Tide Is Turning In Virginia Beach
It doesn’t make sense. Yet it fills us good government types with hope.
Earlier today, the mayor of Virginia Beach, who according to The Virginia Public Access Project spent $735,508 on his re-election in 2016, announced that he’s quitting.
Just 16 months into his third term.
He gave no reason, other than some gibberish about vague “opportunities” awaiting him in the private sector.
Sorry. Not buying it. There’s something else going on. Let’s all sit tight and see when the other shoe drops.
It always does. Eventually.
Rumors have been flying for weeks that Will Sessoms was about to resign.
While his supporters will try to burnish his record, Sessoms’ last few years in office have been both tawdry and peppered with losses.
First, there was his conviction on a conflict-of-interest charge in December of 2015. Not a good look.
Undeterred, he ran for re-election anyway. Then, on the same night that 54% of the voters sent Sessoms back to City Hall, a far bigger percentage of voters gave his legacy project - light rail - a big thumbs down.
That boondoggle - supported by developers and few others - would have cost hundreds of millions of dollars, carried a handful of passengers and done nothing to reduce traffic congestion.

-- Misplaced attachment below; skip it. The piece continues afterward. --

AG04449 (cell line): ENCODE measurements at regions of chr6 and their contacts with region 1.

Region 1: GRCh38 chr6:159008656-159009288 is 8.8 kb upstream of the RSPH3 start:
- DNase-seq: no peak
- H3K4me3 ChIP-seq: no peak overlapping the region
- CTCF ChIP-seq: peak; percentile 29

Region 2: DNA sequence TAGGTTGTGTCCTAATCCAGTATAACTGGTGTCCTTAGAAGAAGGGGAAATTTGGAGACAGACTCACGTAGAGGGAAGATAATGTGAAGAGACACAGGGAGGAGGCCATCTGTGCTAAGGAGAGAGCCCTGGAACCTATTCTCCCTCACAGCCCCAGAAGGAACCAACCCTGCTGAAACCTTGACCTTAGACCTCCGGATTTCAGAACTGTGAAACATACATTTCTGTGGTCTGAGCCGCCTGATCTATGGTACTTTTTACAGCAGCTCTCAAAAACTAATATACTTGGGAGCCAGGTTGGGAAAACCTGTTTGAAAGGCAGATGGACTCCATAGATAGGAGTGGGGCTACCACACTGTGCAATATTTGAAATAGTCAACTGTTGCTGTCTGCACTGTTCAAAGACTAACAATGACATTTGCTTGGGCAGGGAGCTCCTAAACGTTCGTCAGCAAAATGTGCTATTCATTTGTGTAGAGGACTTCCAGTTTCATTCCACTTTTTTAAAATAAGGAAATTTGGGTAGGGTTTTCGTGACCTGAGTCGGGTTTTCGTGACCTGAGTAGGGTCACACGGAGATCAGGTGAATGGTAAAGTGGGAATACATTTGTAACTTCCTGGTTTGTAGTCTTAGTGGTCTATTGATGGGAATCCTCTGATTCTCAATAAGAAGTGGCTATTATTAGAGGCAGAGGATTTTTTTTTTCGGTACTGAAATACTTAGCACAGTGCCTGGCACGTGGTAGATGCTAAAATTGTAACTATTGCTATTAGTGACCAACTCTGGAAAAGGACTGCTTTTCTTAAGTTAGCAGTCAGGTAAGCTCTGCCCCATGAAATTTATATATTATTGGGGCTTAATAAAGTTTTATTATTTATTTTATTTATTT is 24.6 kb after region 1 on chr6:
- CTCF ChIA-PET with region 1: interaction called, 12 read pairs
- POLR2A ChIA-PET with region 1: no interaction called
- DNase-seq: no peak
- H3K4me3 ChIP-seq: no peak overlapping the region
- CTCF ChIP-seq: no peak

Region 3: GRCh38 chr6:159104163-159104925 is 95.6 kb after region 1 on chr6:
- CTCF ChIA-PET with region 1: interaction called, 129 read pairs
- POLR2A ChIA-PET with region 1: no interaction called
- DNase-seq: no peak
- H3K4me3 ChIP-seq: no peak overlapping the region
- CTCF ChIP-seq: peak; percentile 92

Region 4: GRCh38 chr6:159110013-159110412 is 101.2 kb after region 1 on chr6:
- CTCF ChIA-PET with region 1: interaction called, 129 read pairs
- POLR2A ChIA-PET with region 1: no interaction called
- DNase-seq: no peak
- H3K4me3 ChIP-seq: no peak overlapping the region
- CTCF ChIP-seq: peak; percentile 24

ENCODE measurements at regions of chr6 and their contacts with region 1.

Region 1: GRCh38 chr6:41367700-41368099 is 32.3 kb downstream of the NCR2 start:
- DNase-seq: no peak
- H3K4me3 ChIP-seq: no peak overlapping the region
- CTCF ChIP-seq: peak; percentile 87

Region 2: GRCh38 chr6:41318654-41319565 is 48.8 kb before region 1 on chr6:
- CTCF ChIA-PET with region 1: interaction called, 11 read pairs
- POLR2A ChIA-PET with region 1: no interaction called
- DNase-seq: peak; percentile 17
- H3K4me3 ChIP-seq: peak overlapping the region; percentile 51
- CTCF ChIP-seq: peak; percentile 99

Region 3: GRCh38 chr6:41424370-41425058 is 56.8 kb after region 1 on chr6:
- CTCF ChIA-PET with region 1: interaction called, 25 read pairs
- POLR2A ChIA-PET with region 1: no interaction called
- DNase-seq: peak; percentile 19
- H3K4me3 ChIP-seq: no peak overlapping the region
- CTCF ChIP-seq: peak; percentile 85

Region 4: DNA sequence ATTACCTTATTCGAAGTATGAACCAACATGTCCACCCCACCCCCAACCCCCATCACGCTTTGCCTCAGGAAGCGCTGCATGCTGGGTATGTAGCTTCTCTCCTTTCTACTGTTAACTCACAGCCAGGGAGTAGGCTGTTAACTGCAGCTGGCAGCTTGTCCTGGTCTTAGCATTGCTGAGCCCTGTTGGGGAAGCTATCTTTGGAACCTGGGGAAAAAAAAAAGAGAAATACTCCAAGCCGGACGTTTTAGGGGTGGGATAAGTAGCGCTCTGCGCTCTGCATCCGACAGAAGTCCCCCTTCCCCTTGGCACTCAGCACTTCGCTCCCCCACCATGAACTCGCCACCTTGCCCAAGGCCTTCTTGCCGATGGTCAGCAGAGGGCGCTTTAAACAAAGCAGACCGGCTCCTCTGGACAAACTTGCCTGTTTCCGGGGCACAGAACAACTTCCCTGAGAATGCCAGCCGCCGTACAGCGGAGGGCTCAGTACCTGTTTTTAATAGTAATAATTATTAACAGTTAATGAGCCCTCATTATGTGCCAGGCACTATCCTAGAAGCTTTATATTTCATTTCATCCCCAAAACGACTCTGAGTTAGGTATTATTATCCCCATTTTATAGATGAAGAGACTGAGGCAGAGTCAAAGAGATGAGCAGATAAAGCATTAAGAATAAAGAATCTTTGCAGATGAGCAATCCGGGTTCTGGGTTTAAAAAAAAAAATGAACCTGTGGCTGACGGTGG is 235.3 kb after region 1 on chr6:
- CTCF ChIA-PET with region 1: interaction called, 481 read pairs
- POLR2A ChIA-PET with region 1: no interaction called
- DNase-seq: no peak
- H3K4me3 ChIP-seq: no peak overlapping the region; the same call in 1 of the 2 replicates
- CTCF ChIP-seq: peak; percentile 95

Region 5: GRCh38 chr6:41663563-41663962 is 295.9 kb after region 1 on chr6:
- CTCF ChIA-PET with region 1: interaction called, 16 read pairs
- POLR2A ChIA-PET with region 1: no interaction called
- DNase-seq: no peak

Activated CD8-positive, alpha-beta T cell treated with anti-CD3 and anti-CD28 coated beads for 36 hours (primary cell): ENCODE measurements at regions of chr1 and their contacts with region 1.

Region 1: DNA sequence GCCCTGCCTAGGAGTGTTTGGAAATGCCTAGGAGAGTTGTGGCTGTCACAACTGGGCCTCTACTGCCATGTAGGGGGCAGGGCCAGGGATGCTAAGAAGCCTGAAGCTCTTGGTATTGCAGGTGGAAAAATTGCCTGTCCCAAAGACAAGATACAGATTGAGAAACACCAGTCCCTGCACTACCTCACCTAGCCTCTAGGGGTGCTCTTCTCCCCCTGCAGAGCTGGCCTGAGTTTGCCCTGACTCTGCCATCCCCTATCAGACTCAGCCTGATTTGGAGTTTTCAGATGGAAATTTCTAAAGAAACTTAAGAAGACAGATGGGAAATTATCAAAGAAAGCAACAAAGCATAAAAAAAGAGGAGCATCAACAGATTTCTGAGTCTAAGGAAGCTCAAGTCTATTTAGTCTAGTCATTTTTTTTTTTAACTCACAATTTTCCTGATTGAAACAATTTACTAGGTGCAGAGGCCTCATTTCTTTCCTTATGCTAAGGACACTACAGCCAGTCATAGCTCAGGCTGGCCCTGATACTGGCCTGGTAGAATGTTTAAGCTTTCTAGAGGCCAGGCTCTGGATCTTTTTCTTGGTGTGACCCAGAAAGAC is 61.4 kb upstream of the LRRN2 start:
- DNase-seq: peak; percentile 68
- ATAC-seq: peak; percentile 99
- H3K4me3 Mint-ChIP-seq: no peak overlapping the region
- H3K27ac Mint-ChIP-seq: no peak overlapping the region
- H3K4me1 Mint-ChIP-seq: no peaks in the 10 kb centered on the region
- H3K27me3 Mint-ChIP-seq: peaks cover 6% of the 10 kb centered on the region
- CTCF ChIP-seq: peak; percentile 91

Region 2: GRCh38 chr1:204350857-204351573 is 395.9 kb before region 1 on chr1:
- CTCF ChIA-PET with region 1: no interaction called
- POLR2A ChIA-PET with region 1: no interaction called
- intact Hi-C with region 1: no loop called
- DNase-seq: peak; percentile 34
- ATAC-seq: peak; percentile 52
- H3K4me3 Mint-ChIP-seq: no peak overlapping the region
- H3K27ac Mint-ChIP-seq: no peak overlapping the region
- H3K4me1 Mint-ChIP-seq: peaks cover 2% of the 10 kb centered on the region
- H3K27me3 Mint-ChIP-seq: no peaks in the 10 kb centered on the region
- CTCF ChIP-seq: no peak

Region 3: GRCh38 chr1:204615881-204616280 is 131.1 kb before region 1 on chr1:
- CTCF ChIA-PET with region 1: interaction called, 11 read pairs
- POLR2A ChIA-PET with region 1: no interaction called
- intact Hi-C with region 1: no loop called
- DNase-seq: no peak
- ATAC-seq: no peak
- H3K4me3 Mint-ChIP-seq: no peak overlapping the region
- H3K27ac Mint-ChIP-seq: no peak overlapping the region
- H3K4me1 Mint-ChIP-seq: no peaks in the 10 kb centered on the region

Then the mayor’s dream of a sports arena died when its developers couldn’t meet the terms set by the city despite extension after extension.
Oh, and plans to get the state to pay $2.5 million for the rerouting of Atlantic Avenue at the Cavalier Hotel to accommodate the city’s pet developer were scrapped when Richmond refused to cooperate.
Recently, a $200 million fishing pier project - with a Ferris wheel! - hammered out behind closed doors in what looks like an unfair bidding process had to be ditched after the public and business owners howled.
All of this shameless cronyism inevitably led to charges of racism.
NFL Hall-of-Famer Bruce Smith - a commercial real estate developer - went public in 2016 with a blistering letter he said he reluctantly wrote to the mayor asking if racial discrimination was the reason he’d been locked out of so many Beach projects.
Smith asked “whether we are still operating under the implicit mandate of the Old South which would require that economic empowerment and enfranchisement be reserved for whites only.”
And, in this morning’s Pilot, a coalition of black clergymen demanded the city manager be sacked over emails that indeed seem tinged with racism.
Other emails, discovered through FOIA requests, have revealed a level of arrogance and mean-spiritedness inside City Hall that surprised many.
But not those of us who have been paying attention.
With the curious departure of the mayor and with six City Council seats up this November, there is - at last - a chance for disgruntled Beach voters to bypass the good-old-boys with their slick campaigns financed by all the usual suspects and vote instead for good government.
Let’s see if they do it.